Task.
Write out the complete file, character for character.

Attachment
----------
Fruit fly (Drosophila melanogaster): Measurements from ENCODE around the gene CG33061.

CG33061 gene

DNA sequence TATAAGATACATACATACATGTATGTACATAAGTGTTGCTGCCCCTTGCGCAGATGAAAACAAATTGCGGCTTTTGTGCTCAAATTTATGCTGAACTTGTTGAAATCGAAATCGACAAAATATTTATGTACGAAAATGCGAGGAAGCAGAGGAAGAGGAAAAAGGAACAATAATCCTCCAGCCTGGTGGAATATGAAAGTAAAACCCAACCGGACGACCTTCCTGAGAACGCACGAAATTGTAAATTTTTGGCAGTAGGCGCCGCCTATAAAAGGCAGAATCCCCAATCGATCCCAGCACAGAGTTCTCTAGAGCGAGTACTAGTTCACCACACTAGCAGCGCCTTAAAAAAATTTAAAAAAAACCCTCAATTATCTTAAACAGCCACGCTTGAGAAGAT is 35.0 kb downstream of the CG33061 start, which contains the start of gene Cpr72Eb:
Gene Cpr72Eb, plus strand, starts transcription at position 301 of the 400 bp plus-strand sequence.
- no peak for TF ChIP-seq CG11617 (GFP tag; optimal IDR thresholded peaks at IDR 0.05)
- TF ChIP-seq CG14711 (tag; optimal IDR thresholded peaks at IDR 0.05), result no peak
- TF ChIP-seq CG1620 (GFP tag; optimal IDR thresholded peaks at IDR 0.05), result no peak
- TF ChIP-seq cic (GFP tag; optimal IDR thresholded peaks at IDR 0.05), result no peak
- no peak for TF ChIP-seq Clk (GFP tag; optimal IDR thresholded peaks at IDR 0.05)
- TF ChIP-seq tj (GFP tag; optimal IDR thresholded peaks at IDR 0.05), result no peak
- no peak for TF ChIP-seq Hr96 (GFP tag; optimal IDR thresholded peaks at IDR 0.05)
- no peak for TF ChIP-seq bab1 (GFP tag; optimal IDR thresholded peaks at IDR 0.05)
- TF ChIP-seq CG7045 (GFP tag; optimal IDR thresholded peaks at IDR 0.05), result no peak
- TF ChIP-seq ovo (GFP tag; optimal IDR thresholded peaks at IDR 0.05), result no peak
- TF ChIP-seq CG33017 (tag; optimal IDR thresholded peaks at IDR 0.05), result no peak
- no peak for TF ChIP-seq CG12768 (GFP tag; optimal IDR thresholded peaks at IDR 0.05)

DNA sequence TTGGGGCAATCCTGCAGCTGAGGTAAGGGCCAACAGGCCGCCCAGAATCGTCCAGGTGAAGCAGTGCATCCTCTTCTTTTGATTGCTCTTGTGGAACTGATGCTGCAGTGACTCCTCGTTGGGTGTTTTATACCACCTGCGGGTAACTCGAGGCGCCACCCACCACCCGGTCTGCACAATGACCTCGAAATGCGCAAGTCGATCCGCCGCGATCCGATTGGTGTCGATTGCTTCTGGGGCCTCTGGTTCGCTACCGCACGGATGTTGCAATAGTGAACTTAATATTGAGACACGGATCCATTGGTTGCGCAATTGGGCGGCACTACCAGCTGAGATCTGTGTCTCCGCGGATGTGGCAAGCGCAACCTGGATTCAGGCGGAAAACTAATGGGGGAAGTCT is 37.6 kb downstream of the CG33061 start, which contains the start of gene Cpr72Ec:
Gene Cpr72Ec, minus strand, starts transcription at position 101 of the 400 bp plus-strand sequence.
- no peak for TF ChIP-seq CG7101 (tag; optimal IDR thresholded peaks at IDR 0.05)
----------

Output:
Fruit fly (Drosophila melanogaster): Measurements from ENCODE around the gene CG33061.

CG33061 gene

DNA sequence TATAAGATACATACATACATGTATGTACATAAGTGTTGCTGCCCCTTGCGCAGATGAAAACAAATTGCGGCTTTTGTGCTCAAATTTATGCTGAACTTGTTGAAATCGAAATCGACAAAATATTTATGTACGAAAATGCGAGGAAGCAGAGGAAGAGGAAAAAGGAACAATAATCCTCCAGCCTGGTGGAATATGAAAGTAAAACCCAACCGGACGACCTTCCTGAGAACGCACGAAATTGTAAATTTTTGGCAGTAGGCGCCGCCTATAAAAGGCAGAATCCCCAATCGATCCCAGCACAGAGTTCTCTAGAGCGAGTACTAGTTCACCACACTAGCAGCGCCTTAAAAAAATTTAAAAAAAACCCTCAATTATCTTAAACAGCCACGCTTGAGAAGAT is 35.0 kb downstream of the CG33061 start, which contains the start of gene Cpr72Eb:
Gene Cpr72Eb, plus strand, starts transcription at position 301 of the 400 bp plus-strand sequence.
- no peak for TF ChIP-seq CG11617 (GFP tag; optimal IDR thresholded peaks at IDR 0.05)
- TF ChIP-seq CG14711 (tag; optimal IDR thresholded peaks at IDR 0.05), result no peak
- TF ChIP-seq CG1620 (GFP tag; optimal IDR thresholded peaks at IDR 0.05), result no peak
- TF ChIP-seq cic (GFP tag; optimal IDR thresholded peaks at IDR 0.05), result no peak
- no peak for TF ChIP-seq Clk (GFP tag; optimal IDR thresholded peaks at IDR 0.05)
- TF ChIP-seq tj (GFP tag; optimal IDR thresholded peaks at IDR 0.05), result no peak
- no peak for TF ChIP-seq Hr96 (GFP tag; optimal IDR thresholded peaks at IDR 0.05)
- no peak for TF ChIP-seq bab1 (GFP tag; optimal IDR thresholded peaks at IDR 0.05)
- TF ChIP-seq CG7045 (GFP tag; optimal IDR thresholded peaks at IDR 0.05), result no peak
- TF ChIP-seq ovo (GFP tag; optimal IDR thresholded peaks at IDR 0.05), result no peak
- TF ChIP-seq CG33017 (tag; optimal IDR thresholded peaks at IDR 0.05), result no peak
- no peak for TF ChIP-seq CG12768 (GFP tag; optimal IDR thresholded peaks at IDR 0.05)

DNA sequence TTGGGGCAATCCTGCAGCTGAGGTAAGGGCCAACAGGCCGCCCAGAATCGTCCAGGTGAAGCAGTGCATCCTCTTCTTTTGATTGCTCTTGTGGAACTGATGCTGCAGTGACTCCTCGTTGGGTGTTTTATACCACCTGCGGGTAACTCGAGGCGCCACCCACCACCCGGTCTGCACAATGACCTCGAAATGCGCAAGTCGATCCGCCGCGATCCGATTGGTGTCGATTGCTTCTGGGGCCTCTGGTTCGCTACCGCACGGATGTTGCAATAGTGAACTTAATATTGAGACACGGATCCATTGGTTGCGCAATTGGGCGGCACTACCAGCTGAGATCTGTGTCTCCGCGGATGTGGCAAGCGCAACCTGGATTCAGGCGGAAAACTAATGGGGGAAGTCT is 37.6 kb downstream of the CG33061 start, which contains the start of gene Cpr72Ec:
Gene Cpr72Ec, minus strand, starts transcription at position 101 of the 400 bp plus-strand sequence.
- no peak for TF ChIP-seq CG7101 (tag; optimal IDR thresholded peaks at IDR 0.05)